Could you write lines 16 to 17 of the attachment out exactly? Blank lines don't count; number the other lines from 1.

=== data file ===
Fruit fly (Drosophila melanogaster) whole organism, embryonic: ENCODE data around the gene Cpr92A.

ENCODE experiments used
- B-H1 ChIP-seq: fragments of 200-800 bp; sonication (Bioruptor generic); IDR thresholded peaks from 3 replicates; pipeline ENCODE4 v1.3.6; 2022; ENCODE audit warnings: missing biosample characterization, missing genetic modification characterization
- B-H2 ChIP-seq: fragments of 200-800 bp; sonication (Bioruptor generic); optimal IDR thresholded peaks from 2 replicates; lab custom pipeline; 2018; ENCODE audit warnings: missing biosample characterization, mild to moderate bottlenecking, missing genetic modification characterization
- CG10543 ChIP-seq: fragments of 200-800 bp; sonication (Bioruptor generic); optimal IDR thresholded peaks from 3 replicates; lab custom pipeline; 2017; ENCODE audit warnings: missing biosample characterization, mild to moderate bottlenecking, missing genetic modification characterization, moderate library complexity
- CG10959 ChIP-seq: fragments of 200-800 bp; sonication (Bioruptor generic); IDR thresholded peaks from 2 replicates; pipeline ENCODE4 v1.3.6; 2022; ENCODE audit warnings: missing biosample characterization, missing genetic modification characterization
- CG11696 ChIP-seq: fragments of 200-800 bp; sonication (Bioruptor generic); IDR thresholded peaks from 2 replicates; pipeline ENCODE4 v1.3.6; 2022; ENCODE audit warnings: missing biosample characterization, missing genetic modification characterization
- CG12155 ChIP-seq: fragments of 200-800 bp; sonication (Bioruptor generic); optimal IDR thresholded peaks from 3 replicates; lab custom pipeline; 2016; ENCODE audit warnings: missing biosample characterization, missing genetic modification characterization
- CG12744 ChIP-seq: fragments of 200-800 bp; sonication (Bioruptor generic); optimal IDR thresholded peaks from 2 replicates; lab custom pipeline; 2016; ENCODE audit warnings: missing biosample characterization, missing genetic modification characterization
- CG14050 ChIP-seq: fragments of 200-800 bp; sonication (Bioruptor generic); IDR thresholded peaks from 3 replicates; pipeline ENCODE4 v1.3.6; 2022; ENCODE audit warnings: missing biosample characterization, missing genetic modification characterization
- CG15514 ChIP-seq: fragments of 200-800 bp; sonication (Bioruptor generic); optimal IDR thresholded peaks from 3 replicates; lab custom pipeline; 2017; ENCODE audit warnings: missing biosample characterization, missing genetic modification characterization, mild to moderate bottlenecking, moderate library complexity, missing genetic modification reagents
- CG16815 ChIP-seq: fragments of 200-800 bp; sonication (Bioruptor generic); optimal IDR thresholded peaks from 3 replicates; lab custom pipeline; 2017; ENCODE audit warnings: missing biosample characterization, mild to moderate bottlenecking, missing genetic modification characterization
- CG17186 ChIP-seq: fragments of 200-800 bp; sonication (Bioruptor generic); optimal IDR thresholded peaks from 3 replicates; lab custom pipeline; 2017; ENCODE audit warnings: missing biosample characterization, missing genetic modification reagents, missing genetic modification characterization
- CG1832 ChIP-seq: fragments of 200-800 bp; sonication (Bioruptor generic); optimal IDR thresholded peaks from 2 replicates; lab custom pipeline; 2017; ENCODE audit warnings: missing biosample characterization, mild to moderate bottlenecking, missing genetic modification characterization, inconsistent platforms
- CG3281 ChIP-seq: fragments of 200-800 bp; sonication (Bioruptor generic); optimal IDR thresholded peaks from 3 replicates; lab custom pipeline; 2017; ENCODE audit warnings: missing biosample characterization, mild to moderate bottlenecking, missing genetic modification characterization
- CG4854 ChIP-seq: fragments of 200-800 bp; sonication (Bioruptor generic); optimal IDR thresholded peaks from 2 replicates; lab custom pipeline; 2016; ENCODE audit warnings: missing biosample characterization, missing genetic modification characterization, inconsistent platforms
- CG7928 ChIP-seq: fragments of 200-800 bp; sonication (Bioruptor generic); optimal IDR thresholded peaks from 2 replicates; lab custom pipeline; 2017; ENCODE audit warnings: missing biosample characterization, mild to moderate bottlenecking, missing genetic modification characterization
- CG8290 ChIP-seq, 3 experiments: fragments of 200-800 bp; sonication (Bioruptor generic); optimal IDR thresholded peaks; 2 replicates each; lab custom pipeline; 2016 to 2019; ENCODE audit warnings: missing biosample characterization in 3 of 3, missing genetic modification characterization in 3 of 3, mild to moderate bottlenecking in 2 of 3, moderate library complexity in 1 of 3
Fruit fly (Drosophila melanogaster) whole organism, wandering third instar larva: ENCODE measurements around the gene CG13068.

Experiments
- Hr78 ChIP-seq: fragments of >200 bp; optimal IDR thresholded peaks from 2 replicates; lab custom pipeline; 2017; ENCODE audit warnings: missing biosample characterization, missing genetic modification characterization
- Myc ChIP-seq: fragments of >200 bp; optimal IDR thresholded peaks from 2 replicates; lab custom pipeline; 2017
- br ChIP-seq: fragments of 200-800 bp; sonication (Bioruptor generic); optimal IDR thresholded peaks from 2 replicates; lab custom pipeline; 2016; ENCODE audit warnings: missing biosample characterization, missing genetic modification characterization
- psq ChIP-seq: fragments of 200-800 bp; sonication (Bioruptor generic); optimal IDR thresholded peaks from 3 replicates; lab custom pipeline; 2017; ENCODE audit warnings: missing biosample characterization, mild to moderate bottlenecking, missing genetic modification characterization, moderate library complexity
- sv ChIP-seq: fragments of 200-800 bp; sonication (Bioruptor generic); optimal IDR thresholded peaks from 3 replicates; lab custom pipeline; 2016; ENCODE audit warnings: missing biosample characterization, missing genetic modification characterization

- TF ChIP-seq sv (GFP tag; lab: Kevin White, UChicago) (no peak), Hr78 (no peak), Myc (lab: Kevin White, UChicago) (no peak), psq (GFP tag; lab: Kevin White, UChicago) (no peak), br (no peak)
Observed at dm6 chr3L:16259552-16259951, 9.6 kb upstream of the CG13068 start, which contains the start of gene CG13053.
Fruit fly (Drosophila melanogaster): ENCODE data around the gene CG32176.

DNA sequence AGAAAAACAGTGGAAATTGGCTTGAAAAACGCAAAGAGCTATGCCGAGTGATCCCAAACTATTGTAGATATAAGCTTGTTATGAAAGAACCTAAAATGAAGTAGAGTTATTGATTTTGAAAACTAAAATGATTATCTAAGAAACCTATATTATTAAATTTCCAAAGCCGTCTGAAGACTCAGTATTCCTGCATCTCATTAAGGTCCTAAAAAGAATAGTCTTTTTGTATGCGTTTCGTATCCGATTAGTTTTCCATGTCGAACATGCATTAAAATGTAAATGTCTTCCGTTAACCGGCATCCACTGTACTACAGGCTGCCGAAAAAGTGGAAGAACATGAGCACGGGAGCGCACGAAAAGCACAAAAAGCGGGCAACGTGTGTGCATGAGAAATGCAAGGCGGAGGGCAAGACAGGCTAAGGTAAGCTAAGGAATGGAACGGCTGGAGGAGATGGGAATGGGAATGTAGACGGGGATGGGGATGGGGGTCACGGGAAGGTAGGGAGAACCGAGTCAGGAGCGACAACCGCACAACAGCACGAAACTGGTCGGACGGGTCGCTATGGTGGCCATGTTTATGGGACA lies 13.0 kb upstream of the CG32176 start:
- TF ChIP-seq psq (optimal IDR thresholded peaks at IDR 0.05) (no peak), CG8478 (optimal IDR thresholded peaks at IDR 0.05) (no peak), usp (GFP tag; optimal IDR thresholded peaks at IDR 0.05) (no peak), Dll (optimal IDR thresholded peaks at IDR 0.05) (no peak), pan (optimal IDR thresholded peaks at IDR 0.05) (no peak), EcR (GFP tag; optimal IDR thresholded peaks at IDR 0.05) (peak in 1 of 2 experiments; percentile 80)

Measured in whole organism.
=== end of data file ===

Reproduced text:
- CG4854 ChIP-seq: fragments of 200-800 bp; sonication (Bioruptor generic); optimal IDR thresholded peaks from 2 replicates; lab custom pipeline; 2016; ENCODE audit warnings: missing biosample characterization, missing genetic modification characterization, inconsistent platforms
- CG7928 ChIP-seq: fragments of 200-800 bp; sonication (Bioruptor generic); optimal IDR thresholded peaks from 2 replicates; lab custom pipeline; 2017; ENCODE audit warnings: missing biosample characterization, mild to moderate bottlenecking, missing genetic modification characterization